The struggling music group EMI announced yesterday it was scrapping one of its record labels to cut costs after a disastrous year.
The EMI Records label will be ditched, and all its artists, including Robbie Williams, Kylie Minogue and Geri Halliwell, will move to one of the two remaining brands, Virgin and Capitol.
The latest move comes two days after it announced its second profits warning in six months, and after it paid £19m to Mariah Carey to end her contract. Carey, once the world's biggest-selling artist, had a £70m deal, but a nervous breakdown and attempted suicide drew more attention than her latest album release.
EMI's new head of recorded music, Alain Levy, has been forced to look for cutbacks after a dearth of hits, piracy and a downturn in album sales. The company will reduce the number of managers as part of the cost-cutting exercise.
Music groups have been under pressure to slash costs and restructure after one of the industry's worst years.
Last month EMI overhauled its US management, bringing in the trusted executive David Munns to run the group's operations in the world's biggest music market, where EMI has seen business slip.
EMI bought Virgin Records from Richard Branson in 1992, expanding its US market share and propelling the group into the ranks of the top music companies. Los Angeles-based Capitol has been a core part of EMI since 1955. Mr Levy has been trawling through the sprawling group for cost savings and restructuring, and is due to deliver the findings of a strategic review next month. In Tuesday's profit warning, EMI said 2001 pre-tax profits would be some £150m compared to market expectations of £160m.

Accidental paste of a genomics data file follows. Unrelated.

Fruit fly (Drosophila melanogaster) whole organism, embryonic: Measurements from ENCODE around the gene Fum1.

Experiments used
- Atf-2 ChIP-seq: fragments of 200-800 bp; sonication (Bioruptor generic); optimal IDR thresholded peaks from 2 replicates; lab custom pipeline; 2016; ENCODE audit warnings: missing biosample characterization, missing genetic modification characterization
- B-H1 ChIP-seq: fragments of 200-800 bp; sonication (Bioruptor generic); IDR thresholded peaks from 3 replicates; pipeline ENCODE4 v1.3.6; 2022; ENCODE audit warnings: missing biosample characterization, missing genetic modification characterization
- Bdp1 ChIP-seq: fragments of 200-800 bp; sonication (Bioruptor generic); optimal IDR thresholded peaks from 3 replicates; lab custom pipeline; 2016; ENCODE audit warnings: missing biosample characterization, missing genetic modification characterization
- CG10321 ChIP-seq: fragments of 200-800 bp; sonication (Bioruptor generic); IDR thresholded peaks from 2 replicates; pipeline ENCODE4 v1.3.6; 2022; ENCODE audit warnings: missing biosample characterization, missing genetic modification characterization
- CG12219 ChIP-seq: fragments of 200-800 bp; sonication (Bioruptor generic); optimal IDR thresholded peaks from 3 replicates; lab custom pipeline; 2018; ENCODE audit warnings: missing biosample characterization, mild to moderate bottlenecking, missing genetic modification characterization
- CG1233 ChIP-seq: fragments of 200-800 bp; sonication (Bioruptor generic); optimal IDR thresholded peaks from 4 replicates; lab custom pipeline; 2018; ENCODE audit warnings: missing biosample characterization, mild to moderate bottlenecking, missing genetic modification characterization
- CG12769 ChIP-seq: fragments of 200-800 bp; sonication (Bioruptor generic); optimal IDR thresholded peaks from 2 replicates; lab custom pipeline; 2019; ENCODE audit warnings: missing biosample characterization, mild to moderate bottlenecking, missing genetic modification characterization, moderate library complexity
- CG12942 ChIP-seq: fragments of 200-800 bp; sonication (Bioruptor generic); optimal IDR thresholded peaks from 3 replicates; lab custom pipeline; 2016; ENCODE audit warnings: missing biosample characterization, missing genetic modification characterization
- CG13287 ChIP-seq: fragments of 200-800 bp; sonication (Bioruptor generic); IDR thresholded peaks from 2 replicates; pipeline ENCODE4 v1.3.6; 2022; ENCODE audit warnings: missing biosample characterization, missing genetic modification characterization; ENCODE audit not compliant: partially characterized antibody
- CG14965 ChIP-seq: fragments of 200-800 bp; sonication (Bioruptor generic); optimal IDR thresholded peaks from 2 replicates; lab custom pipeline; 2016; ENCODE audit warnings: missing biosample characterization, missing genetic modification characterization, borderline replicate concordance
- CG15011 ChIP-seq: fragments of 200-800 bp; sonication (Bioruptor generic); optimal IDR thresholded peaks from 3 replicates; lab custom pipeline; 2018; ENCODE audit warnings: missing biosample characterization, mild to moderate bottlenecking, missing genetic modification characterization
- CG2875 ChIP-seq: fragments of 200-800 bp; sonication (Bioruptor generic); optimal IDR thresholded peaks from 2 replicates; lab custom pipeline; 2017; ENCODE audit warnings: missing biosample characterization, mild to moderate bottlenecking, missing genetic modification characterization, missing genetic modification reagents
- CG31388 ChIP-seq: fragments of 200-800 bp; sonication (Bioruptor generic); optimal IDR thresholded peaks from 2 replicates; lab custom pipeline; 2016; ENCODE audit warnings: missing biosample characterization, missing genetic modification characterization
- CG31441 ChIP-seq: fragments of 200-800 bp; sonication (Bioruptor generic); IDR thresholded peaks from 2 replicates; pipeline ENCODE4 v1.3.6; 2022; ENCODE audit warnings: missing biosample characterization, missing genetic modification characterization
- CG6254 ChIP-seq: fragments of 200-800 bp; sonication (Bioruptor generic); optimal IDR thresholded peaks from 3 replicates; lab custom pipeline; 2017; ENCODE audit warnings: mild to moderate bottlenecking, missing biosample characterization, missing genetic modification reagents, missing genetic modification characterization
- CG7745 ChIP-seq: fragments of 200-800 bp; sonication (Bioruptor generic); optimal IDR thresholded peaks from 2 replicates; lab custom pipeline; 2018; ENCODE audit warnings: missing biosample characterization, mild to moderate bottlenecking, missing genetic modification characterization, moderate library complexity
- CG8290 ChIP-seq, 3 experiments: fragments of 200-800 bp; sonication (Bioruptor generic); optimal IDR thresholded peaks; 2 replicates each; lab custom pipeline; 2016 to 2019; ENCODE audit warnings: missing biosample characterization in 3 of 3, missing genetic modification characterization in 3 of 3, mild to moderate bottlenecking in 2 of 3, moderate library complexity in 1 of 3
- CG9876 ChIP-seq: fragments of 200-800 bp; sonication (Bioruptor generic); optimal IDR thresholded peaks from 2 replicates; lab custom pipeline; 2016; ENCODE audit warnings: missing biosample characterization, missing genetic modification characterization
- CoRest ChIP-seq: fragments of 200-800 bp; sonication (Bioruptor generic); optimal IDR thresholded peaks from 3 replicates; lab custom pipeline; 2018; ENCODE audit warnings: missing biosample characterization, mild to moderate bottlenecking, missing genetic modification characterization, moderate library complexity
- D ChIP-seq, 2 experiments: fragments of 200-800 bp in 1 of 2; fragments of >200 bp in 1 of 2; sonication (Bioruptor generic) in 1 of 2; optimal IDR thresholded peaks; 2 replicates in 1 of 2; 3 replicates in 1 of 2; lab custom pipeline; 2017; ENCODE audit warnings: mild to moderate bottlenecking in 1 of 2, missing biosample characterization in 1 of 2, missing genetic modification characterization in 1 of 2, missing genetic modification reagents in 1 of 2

Despite its current problems, EMI has still earned its place in music history by signing the Beatles to its Parlophone label after they were turned down by Decca. Much of its success in the 1960s was due to the band.
In 1967, the Beatles signed a nine-year contract with EMI Records before setting up their own label, Apple.
EMI Records also saw off stiff competition to sign the Sex Pistols in 1976 for a £40,000 advance but within months the company dropped the band because of adverse publicity, most notably the notorious television appearance with Bill Grundy on an early-evening programme on ITV.
* The wooden stage on which a teenage Paul McCartney first encountered John Lennon in 1957 – and had the cheek to tell him his guitar was out of tune – has been saved from demolition.
The stage at St Peter's Church Hall in Woolton, Liverpool, was due to be ripped up by building contractors this week. But the council has reached an agreement with the church to put the stage in storage at an undisclosed location while talks are held to re-locate it permanently in the city.Reuse content